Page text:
It is built on the foundation of a new safety measurement system with seven evaluation factors rather than the current system that includes only four evaluation factors.
CSA 2010 will give state and federal enforcement personnel the information we need to determine the most appropriate level of intervention to use to bring about improvements in a carrier's safety management practices and provide a streamlined, data-driven approach for making safety fitness determinations.
CSA 2010 will give carriers highly focused safety performance information to identify potential problems and take action to correct those performance issues before they result in an enforcement intervention by FMCSA.
Also, we will implement a range of interventions, ranging from warning letters to comprehensive, on-site compliance reviews.
Most of these interactions can be done by email, fax, or phone - so it will not be as disruptive to your business operations as a full blown compliance review.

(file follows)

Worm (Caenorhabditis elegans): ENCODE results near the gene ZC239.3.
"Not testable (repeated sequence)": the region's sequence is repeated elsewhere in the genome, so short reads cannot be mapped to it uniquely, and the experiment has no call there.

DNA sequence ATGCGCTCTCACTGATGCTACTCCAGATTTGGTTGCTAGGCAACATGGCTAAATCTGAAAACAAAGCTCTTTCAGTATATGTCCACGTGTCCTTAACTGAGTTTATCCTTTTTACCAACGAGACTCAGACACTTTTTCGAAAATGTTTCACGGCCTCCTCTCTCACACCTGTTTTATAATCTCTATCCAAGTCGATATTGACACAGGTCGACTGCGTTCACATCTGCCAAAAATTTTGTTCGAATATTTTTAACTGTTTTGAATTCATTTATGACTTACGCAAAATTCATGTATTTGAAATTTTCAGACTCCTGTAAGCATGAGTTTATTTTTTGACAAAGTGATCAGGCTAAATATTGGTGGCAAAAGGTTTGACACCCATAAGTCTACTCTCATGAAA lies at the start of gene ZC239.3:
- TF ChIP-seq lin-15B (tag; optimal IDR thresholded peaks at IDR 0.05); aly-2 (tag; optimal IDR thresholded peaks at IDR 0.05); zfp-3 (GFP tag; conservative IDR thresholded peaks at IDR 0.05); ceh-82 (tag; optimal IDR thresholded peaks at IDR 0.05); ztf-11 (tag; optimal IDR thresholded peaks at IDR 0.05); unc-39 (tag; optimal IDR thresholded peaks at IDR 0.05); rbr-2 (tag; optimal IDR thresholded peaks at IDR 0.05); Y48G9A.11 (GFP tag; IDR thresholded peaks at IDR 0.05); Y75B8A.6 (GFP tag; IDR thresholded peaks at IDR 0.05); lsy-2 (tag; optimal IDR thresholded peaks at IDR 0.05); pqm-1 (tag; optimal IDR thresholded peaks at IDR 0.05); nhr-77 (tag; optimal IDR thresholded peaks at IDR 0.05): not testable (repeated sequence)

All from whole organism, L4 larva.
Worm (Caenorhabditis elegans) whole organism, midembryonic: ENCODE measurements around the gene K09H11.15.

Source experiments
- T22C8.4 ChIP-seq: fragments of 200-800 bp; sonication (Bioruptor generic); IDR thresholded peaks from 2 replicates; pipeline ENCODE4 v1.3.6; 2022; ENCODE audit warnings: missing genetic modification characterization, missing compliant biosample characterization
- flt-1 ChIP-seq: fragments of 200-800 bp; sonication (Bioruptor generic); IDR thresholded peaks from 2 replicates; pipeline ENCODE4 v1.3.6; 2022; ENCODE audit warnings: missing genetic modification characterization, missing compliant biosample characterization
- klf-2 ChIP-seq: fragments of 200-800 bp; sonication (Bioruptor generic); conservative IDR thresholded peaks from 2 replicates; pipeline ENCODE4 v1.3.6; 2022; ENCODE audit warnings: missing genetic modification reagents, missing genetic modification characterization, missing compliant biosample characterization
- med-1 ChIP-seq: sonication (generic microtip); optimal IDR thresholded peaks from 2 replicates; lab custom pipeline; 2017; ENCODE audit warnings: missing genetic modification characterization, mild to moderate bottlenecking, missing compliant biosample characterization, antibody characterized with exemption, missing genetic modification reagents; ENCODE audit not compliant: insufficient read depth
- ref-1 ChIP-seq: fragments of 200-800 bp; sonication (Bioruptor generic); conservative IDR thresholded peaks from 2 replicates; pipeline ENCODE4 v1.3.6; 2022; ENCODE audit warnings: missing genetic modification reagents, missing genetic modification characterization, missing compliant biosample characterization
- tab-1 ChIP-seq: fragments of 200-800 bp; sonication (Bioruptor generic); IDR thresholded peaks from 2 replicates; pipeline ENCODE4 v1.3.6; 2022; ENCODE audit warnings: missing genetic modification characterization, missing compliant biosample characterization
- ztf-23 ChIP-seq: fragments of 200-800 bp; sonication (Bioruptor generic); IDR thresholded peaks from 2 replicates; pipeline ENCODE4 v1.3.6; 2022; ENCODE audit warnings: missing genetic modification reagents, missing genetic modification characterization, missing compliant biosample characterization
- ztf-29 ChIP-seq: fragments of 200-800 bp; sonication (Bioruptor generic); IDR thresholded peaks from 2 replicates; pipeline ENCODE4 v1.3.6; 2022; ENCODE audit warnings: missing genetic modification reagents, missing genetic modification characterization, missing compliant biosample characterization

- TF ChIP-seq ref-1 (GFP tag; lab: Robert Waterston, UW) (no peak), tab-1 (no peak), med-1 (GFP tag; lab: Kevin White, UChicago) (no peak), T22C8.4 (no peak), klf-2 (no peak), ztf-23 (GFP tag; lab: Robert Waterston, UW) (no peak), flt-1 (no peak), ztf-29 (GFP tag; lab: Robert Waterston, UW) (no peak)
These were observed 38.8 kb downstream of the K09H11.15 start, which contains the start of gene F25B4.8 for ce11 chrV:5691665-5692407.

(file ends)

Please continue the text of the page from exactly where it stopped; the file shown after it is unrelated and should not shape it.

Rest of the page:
Starting in 2008, we have had four states [Georgia, Colorado, New Jersey and Missouri] take part in a test of CSA2010 and have had added another five states [Minnesota, Montana, Kansas, Maryland and Delaware] last year.
We have drafted a notice of proposed rulemaking to change how our safety fitness determinations will be made under CSA 2010, and the notice is currently under Departmental review. We anticipate publishing this proposal and receiving public comments later this year.
Implementing CSA 2010 will ultimately expand our reach and make our roads safer.